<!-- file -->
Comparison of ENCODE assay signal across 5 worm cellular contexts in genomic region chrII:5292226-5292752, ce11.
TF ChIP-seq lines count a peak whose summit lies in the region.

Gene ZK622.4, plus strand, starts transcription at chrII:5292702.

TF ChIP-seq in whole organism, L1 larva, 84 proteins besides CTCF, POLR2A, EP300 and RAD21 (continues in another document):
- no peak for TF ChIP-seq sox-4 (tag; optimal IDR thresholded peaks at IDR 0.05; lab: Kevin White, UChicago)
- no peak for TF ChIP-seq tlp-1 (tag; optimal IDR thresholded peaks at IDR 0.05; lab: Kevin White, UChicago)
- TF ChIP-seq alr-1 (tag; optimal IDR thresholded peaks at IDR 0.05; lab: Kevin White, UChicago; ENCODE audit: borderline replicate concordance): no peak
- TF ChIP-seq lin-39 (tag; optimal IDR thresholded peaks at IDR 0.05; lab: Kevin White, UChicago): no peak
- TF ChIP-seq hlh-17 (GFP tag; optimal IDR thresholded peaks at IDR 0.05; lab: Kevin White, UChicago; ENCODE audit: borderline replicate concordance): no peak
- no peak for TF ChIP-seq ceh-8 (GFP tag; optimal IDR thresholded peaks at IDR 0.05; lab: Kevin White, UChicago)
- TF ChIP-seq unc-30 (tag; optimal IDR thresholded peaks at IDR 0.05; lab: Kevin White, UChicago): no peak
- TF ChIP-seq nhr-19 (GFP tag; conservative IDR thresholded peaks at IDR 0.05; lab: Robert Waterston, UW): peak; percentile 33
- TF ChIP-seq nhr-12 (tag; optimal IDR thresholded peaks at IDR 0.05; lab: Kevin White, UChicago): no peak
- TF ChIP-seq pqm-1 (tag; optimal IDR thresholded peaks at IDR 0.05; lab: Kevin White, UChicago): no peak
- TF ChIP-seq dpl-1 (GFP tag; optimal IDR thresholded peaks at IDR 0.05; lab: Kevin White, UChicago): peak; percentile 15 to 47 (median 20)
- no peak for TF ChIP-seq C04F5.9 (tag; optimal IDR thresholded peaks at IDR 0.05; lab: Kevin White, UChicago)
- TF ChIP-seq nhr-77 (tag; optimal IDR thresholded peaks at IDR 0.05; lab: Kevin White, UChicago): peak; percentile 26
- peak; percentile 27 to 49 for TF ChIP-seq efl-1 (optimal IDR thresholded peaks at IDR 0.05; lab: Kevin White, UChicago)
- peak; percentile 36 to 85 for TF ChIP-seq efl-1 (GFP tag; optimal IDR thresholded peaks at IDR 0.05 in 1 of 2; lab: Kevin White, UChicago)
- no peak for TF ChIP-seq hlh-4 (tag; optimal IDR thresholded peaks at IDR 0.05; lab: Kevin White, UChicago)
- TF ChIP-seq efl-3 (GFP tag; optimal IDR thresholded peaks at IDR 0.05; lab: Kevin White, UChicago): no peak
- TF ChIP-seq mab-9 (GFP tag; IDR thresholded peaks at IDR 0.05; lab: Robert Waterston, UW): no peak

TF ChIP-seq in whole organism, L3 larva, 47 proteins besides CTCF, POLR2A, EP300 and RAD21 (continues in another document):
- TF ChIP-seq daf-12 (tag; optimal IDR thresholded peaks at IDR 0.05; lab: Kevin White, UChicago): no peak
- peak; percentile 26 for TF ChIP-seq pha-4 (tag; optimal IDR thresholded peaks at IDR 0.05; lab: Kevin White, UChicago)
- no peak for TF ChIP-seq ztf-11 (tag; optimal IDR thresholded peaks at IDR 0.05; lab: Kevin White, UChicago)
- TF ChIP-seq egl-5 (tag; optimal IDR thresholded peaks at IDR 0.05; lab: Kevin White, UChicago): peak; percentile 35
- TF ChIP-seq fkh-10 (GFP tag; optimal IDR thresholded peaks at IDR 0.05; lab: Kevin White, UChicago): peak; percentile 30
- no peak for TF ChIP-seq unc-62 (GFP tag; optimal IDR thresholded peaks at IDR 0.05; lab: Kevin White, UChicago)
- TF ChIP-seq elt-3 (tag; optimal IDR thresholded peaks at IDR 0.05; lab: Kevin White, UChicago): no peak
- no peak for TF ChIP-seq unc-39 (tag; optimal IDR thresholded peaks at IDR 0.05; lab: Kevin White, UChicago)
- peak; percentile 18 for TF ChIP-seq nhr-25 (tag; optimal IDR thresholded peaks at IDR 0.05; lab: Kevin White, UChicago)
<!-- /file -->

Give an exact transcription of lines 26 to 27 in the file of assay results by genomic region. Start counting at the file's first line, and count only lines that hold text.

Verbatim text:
- no peak for TF ChIP-seq ztf-11 (tag; optimal IDR thresholded peaks at IDR 0.05; lab: Kevin White, UChicago)
- TF ChIP-seq egl-5 (tag; optimal IDR thresholded peaks at IDR 0.05; lab: Kevin White, UChicago): peak; percentile 35